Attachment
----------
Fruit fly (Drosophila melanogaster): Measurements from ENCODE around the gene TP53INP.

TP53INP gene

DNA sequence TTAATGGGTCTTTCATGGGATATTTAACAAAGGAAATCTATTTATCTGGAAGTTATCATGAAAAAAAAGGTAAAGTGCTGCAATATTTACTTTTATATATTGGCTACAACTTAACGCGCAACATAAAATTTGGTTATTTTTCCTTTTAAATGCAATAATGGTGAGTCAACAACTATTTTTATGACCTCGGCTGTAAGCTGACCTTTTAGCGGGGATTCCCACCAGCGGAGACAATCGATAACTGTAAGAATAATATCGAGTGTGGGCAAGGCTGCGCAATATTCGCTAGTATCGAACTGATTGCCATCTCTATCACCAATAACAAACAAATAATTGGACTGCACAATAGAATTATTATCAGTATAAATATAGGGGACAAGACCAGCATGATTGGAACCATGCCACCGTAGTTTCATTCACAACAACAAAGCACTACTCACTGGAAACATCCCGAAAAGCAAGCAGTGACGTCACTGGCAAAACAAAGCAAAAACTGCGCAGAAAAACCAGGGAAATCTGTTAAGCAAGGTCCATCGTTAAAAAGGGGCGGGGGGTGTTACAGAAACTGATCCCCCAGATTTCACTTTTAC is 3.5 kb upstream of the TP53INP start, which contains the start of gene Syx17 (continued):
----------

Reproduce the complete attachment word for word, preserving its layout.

Fruit fly (Drosophila melanogaster): Measurements from ENCODE around the gene TP53INP.

TP53INP gene

DNA sequence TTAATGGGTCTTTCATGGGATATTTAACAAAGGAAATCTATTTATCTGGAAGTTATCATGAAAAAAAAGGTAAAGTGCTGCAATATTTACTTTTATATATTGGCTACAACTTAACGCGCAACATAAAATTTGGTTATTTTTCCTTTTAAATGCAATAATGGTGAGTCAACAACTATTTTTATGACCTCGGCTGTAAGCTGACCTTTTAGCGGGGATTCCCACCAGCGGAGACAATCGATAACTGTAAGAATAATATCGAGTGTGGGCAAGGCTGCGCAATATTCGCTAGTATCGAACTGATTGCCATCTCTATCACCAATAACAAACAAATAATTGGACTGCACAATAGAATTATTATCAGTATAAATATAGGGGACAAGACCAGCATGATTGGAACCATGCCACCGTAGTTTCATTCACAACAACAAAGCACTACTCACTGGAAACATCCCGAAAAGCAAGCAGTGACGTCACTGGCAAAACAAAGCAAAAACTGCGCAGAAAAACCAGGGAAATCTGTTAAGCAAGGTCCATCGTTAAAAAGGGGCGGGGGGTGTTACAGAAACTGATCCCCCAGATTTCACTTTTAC is 3.5 kb upstream of the TP53INP start, which contains the start of gene Syx17 (continued):